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A Lot or a Little?
What you will—and won't—find in this movie.
Single parents are shown as loving, concerned, and trustworthy.
Positive Role Models
Wracked by grief after the recent death of a loved one, a leading character abuses alcohol on a nightly basis.
Violence & Scariness
Harrowing accidents are shown in great detail. A plane crashes into a crowded freeway, with bodies, fires, and injuries everywhere; a train speeds out-of-control through New York's Subway system, inflicting destruction, death, and injury. Children are often in grave danger -- from accidents, scary strangers lurking, fire, abduction, and many major events over which they have no control. One little girl is shown bloodied and on the brink of madness in an early scene. Burning animals flee from a fire (one is shown in a disturbing close up).
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Cursing includes "dammit," "hell," "s--t ," and "oh my God."
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Products & Purchases
A scene set in a convenience store shows Pepsi and other products. One Sabrett's hot dog stand is prominently seen on an NYC sidewalk.
Drinking, Drugs & Smoking
An otherwise principled character frequently drinks to excess when depressed.
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Parents Need to Know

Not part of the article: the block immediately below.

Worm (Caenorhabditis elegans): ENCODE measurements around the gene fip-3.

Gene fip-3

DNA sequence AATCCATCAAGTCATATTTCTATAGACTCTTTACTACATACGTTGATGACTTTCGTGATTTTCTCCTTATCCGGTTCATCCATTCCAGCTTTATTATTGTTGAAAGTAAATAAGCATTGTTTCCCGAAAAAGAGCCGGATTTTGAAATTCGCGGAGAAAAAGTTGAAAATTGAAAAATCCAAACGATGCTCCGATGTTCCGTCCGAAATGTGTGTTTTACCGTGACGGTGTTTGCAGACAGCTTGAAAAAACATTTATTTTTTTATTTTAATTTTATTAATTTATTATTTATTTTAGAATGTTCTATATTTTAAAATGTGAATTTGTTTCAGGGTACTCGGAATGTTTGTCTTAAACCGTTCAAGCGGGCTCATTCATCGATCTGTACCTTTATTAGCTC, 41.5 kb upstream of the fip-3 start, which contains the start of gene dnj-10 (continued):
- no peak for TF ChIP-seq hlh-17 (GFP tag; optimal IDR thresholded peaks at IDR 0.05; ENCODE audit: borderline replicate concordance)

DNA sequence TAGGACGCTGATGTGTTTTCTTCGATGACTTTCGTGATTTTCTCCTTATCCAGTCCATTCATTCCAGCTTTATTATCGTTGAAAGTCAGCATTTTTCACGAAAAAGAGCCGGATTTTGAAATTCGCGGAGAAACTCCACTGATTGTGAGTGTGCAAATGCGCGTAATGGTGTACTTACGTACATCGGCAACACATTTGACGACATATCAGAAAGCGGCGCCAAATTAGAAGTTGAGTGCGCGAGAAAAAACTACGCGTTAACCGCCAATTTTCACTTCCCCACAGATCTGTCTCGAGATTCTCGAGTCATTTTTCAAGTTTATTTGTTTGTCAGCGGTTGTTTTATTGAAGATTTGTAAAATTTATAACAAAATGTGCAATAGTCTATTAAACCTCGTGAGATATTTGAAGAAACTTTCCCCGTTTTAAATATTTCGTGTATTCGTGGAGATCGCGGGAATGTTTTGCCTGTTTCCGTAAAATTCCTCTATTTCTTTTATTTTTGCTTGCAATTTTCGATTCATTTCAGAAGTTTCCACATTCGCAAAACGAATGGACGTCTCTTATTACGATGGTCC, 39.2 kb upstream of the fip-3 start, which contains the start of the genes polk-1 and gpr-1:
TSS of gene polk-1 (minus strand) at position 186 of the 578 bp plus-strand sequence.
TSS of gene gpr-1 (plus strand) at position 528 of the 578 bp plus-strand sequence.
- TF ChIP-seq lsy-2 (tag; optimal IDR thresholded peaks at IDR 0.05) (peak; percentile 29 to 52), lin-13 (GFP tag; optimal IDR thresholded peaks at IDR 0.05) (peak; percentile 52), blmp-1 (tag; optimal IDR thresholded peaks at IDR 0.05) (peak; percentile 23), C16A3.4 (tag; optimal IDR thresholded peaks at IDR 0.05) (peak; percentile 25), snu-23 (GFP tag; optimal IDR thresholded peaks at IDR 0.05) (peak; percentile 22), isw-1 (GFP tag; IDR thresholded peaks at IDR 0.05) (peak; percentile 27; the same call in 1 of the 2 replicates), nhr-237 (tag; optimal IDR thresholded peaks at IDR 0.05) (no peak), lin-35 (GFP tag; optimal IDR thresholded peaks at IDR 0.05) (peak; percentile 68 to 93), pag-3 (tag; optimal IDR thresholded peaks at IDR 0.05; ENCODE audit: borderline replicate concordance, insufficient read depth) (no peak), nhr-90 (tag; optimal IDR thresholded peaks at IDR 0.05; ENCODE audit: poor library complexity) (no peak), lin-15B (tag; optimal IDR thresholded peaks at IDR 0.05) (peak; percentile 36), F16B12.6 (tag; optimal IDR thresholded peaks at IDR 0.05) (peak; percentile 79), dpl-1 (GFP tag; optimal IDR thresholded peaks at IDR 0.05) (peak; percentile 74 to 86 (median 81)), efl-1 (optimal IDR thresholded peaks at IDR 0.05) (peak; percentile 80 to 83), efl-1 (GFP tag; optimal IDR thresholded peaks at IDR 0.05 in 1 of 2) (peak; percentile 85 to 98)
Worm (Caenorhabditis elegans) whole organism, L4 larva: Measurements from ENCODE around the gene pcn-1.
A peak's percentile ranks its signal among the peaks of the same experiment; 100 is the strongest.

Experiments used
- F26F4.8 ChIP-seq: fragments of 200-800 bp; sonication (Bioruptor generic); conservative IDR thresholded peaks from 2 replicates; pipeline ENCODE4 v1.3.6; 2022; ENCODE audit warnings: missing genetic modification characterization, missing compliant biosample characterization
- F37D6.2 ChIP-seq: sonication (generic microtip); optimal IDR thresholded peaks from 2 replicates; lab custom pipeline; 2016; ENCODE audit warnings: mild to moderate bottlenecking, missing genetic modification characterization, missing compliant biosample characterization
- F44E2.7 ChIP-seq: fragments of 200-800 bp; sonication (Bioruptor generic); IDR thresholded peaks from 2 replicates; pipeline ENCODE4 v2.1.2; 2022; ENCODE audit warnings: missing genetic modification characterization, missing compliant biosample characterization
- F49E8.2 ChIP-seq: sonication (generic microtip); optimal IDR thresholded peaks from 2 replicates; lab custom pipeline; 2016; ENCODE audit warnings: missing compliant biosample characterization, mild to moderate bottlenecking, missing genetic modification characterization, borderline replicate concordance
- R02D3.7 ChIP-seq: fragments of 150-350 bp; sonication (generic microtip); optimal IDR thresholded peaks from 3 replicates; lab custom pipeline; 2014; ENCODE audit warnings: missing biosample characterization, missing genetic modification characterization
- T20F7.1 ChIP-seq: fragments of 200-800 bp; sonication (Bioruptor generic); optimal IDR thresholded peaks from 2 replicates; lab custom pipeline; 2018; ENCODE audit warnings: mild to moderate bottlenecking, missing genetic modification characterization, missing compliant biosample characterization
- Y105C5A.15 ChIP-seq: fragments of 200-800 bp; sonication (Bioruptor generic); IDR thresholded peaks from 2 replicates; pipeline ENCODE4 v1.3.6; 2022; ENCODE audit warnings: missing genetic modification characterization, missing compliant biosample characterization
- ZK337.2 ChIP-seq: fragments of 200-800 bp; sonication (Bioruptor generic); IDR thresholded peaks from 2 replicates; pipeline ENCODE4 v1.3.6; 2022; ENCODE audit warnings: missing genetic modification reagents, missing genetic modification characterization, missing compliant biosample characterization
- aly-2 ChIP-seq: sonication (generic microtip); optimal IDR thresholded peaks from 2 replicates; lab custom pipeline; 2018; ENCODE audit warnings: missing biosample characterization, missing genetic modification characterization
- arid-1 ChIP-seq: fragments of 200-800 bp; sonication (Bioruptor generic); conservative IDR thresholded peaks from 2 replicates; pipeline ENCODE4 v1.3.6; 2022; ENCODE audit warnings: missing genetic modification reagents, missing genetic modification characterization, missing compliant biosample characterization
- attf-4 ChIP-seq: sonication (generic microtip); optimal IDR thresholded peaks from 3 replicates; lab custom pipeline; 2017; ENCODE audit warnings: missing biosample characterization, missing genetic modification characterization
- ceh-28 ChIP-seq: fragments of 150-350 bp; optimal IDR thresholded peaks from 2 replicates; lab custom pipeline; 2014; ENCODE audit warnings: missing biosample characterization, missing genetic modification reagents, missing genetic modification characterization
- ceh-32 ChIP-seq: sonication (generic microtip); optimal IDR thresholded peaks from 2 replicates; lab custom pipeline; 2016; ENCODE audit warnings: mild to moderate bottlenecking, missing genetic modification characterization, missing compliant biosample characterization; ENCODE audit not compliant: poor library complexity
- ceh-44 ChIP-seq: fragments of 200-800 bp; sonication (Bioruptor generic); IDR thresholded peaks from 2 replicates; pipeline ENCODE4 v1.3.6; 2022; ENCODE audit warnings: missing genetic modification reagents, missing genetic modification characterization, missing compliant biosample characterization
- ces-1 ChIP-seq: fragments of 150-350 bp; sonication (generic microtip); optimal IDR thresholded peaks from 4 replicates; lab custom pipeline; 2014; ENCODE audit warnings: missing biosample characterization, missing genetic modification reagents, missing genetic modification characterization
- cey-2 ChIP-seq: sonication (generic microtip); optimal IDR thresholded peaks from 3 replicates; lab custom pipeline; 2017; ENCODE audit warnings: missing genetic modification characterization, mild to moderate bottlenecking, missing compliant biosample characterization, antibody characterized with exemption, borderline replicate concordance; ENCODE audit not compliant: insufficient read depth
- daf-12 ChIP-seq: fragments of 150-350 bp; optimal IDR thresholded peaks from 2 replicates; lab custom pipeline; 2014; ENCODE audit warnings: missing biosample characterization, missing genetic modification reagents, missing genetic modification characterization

Parents need to know that this grim sci-fi thriller is about global catastrophe and disaster, which could be very upsetting for kids. There are scary presences, spooky music, dead parents, and children in danger throughout the movie, and it really stretches the PG-13 rating in terms of depicting horrifying disasters (a monumental plane crash injures and kills scores of people, an out-of-control subway train smashes into a crowded station, etc.). Animals are seen burning as they flee from a massive fire. A main character also drinks to excess on a number of occasions, and there's some language ("s--t," "damn," etc.). To stay in the loop on more movies like this, you can sign up for weekly Family Movie Night emails.
Is It Any Good?
KNOWING wants to be a lot of things, but logical isn't one of them. From early in the movie when John lectures his M.I.T. students about randomism vs. determinism (unsubtly setting the stage for what's to come and also sounding like he's talking to a seventh grade class) to the final moments when Earth's very survival is at stake, style and action take precedence over coherence.
The characters never behave in a rational way, instead serving only to move the story from one harrowing event to another. In its desire to cover such major issues as humankind's frailty in the face of nature, religion, parenting, and even a glimmer of hope for the future, the film loses its way amid showy special effects, thinly drawn characters, and lack of plausibility. Dark City, an early Alex Proyas movie, was far more successful at giving life to the science-fiction genre.
Did we miss something on diversity?
Research shows a connection between kids' healthy self-esteem and positive portrayals in media. That's why we've added a new "Diverse Representations" section to our reviews that will be rolling out on an ongoing basis. You can help us help kids by suggesting a diversity update.
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Our Editors Recommend
Common Sense Media's unbiased ratings are created by expert reviewers and aren't influenced by the product's creators or by any of our funders, affiliates, or partners.See how we rate